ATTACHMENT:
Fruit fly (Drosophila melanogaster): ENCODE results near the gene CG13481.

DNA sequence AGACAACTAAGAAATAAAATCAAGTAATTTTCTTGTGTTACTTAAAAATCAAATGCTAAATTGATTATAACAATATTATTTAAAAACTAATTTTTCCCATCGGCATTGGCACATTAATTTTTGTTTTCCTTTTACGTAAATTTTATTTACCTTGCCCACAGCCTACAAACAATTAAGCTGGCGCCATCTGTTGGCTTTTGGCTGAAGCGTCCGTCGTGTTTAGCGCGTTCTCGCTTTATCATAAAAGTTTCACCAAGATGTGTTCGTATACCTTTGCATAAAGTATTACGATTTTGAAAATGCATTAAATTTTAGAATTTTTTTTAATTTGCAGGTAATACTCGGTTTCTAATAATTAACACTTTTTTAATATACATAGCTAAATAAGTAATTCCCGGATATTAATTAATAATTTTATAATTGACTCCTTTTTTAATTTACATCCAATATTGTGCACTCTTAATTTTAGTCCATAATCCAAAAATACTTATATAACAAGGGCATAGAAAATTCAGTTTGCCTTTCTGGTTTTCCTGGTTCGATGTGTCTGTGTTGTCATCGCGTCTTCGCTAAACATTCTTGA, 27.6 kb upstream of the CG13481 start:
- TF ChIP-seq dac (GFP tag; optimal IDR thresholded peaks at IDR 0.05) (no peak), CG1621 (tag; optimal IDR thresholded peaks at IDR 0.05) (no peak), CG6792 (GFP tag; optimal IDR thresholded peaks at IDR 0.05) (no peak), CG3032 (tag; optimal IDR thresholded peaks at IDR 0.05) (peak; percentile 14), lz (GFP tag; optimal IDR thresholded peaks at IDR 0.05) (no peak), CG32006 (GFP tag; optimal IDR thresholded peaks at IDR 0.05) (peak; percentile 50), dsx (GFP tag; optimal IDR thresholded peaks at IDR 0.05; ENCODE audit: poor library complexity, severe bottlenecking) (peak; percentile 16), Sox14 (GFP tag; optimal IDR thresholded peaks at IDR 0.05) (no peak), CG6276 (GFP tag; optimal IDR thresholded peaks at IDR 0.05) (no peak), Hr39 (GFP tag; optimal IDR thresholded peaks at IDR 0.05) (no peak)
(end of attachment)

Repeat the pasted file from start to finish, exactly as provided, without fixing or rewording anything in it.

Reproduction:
Fruit fly (Drosophila melanogaster): ENCODE results near the gene CG13481.

DNA sequence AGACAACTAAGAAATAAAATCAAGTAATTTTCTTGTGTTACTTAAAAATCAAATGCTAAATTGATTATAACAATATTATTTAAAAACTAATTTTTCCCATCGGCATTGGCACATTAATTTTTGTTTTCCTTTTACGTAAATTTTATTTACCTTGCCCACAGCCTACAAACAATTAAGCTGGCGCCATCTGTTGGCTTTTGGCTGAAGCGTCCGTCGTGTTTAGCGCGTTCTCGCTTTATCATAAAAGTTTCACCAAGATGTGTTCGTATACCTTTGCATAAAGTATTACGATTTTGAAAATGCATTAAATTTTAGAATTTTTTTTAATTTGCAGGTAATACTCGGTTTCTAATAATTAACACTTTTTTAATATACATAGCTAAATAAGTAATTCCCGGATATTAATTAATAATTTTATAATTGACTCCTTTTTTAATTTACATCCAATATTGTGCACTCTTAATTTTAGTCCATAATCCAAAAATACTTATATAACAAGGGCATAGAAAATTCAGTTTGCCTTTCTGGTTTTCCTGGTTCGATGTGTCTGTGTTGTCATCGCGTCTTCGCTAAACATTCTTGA, 27.6 kb upstream of the CG13481 start:
- TF ChIP-seq dac (GFP tag; optimal IDR thresholded peaks at IDR 0.05) (no peak), CG1621 (tag; optimal IDR thresholded peaks at IDR 0.05) (no peak), CG6792 (GFP tag; optimal IDR thresholded peaks at IDR 0.05) (no peak), CG3032 (tag; optimal IDR thresholded peaks at IDR 0.05) (peak; percentile 14), lz (GFP tag; optimal IDR thresholded peaks at IDR 0.05) (no peak), CG32006 (GFP tag; optimal IDR thresholded peaks at IDR 0.05) (peak; percentile 50), dsx (GFP tag; optimal IDR thresholded peaks at IDR 0.05; ENCODE audit: poor library complexity, severe bottlenecking) (peak; percentile 16), Sox14 (GFP tag; optimal IDR thresholded peaks at IDR 0.05) (no peak), CG6276 (GFP tag; optimal IDR thresholded peaks at IDR 0.05) (no peak), Hr39 (GFP tag; optimal IDR thresholded peaks at IDR 0.05) (no peak)